Thatcher says Britain must renegotiate EU membership

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Baroness Thatcher has described the European Union as the "greatest folly of the modern era" and called for a "fundamental renegotiation" of Britain's links with the EU.

She stopped short of calling for withdrawal but insisted Britain should pull out of common agricultural, fisheries, foreign and defence policies. Lady Thatcher, who has become an increasingly vocal critic of Europe, made her comments in a new book, likely to reignite the Conservative row over Europe at a time when Iain Duncan Smith has attempted to shift the focus to domestic issues.

The new Tory leader, known to be a long-time supporter of Lady Thatcher, is likely to face calls from Labour to repudiate her views, while pro-European groups will seize on the book to claim her views reflect true Conservative policy. In the book, Statecraft, serialised in The Times, Lady Thatcher even suggests Britain should join the North American Free Trade Agreement.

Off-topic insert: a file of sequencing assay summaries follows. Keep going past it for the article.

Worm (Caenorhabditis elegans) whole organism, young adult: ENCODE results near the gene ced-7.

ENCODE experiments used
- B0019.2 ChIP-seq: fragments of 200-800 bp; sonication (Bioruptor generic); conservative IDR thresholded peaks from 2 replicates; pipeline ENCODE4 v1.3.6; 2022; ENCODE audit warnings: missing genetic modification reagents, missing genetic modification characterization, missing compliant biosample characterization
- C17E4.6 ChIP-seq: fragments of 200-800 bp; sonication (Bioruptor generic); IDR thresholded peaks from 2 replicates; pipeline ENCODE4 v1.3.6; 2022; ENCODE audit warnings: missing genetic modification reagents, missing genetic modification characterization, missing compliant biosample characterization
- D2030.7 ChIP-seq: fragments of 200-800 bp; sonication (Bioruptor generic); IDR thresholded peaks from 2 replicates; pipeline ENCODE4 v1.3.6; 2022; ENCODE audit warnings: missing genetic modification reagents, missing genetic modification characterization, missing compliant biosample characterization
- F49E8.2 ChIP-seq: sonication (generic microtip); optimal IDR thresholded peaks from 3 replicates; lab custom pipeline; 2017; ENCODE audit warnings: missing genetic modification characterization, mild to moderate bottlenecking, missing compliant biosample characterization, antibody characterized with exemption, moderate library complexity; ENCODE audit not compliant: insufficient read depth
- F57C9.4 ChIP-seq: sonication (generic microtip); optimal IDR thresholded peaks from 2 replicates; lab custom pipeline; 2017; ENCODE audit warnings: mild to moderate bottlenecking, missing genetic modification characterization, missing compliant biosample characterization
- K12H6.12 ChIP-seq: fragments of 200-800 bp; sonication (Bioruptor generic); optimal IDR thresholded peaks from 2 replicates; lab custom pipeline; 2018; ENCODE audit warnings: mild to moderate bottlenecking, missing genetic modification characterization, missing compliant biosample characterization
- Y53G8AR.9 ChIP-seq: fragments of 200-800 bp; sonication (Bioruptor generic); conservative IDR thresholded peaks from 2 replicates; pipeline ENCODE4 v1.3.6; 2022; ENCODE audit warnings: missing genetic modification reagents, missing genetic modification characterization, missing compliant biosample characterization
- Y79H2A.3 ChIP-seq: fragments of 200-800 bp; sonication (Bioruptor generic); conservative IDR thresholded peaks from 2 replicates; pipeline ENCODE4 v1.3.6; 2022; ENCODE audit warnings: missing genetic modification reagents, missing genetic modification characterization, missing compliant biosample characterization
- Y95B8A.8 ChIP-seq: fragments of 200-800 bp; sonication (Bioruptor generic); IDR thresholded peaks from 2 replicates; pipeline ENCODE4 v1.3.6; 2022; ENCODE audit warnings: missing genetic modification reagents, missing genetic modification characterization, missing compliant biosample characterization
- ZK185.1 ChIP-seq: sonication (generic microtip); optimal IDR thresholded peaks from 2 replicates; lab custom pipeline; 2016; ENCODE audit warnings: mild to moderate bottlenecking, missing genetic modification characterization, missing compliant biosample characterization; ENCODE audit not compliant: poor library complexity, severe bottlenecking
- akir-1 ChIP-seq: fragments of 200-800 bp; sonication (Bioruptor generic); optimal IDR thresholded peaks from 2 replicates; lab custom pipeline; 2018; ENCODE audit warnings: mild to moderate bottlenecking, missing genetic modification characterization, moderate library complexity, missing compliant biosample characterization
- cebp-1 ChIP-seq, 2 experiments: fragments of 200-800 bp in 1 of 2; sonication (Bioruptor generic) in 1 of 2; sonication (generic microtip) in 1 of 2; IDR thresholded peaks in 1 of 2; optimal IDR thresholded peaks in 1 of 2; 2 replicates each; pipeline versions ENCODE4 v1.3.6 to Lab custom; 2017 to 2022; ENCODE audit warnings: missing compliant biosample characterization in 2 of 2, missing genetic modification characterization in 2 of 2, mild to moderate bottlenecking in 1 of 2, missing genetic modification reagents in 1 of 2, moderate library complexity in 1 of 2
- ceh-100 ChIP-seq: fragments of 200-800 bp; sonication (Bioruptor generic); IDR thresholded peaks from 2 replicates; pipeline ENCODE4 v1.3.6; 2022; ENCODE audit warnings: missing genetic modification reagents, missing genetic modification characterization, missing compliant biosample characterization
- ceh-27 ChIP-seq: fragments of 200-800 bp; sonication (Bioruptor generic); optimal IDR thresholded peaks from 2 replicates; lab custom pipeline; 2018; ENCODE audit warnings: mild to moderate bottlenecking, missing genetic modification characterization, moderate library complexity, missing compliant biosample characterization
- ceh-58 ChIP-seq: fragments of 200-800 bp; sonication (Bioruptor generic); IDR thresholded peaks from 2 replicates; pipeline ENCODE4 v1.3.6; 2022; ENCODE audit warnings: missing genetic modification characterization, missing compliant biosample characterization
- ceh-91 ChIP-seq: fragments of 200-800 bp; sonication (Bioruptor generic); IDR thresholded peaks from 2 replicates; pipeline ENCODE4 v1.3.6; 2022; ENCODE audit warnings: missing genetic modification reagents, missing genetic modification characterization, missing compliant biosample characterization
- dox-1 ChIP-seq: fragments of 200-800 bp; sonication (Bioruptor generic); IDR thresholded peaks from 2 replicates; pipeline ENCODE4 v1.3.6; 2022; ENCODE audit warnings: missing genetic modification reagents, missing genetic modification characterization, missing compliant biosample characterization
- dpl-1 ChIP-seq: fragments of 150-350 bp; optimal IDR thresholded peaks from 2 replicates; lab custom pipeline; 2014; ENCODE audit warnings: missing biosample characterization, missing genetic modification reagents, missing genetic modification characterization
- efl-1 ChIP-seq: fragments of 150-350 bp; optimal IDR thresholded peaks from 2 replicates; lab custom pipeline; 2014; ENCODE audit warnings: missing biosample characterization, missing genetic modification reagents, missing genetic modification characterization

She describes the European Union as "fundamentally unreformable" and argues that its creation will ultimately be regarded as "perhaps the greatest folly of the modern era".

Britain's membership is described in turn as "a political error of historic magnitude". Lady Thatcher argues for a wholesale reassessment of Britain's involvement in the EU. She writes: "The preliminary step, I believe, should be for an incoming Conservative government to declare publicly that it seeks fundamental renegotiation of Britain's terms of EU membership."

But the book insists that such a policy need not result in British departure from the EU, which "needs us more than we need them".

Instead, Lady Thatcher argues that Britain's status as the world's fourth largest economy, combined with its strategic importance and strong links with Europe, means that the EU "will need co-operative relations with Britain."

A Conservative Party spokesman said: "Naturally, relations between Mr Duncan Smith and Lady Thatcher are close and cordial, and she has done us the courtesy of sending an advance copy of the book. We will not comment directly on the book, but we will read it with interest."